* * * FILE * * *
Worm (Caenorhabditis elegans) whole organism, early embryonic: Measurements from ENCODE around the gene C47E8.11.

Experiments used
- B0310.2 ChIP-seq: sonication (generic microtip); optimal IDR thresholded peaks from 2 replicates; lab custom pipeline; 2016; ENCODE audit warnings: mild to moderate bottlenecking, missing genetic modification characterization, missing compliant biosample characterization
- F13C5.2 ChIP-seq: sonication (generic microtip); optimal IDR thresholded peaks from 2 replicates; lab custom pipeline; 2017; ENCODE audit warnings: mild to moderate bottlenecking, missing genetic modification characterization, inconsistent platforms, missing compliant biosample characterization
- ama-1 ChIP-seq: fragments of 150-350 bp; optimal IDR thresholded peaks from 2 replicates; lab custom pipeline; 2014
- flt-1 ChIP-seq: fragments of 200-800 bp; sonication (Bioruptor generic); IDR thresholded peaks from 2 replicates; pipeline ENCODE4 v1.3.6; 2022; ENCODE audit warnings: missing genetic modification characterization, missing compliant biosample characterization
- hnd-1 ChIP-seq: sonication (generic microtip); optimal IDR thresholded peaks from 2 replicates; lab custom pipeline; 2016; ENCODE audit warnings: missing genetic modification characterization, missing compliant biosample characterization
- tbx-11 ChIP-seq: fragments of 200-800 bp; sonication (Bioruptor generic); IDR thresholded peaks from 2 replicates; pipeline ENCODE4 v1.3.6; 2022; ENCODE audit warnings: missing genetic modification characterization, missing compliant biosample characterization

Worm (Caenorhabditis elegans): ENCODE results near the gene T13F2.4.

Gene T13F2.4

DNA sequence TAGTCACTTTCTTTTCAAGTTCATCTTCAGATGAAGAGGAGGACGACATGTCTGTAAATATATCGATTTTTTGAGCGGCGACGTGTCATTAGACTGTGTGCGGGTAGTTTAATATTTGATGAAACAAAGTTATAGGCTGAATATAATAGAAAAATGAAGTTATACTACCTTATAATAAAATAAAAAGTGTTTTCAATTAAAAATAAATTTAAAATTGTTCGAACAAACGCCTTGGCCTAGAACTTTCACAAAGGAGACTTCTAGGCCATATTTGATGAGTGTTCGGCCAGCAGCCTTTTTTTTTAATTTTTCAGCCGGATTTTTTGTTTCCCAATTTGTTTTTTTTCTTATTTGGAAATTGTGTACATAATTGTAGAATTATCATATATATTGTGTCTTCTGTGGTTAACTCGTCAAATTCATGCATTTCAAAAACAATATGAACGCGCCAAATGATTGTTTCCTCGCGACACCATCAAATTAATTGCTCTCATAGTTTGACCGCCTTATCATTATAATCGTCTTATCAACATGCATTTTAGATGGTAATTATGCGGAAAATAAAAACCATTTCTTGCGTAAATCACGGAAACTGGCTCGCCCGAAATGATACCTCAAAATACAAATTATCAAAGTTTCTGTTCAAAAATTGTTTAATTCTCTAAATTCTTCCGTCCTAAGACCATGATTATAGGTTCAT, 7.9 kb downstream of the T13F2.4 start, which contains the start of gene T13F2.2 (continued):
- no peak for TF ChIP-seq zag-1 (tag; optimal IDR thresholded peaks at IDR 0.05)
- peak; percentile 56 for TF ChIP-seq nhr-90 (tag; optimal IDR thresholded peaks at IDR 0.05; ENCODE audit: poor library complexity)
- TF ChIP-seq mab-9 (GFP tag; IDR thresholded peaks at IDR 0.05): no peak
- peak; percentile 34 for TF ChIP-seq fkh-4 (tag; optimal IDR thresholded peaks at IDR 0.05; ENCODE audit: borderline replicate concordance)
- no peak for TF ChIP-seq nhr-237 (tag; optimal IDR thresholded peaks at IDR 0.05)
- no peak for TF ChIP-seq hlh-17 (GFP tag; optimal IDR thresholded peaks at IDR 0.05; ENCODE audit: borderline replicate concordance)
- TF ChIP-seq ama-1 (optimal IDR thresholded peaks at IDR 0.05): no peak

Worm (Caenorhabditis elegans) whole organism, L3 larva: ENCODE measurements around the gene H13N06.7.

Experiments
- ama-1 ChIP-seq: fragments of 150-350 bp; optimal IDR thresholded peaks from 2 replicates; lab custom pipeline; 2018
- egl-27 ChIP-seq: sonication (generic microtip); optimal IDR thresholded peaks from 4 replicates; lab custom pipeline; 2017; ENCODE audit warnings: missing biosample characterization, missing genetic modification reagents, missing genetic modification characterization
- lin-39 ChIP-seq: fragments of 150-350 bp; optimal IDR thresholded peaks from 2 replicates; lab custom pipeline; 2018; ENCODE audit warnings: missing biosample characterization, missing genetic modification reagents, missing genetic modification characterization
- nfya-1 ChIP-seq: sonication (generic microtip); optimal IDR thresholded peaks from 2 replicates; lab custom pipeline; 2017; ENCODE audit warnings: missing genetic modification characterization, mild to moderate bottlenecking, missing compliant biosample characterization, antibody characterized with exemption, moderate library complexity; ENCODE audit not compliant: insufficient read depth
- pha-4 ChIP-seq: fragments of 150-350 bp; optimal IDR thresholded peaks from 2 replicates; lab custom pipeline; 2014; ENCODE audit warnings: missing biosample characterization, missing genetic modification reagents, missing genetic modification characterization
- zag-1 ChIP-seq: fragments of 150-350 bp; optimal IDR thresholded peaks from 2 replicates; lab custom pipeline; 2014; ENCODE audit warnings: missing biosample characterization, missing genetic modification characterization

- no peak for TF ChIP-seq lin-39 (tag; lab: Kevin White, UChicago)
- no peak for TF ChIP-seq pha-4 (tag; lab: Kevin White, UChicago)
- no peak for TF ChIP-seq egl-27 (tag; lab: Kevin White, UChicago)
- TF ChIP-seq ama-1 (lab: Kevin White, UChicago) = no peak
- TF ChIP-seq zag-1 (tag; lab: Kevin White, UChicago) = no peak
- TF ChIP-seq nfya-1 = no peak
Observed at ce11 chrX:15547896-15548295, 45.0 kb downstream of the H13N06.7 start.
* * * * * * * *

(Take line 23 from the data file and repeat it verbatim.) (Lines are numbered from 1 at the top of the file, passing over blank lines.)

- lin-39 ChIP-seq: fragments of 150-350 bp; optimal IDR thresholded peaks from 2 replicates; lab custom pipeline; 2018; ENCODE audit warnings: missing biosample characterization, missing genetic modification reagents, missing genetic modification characterization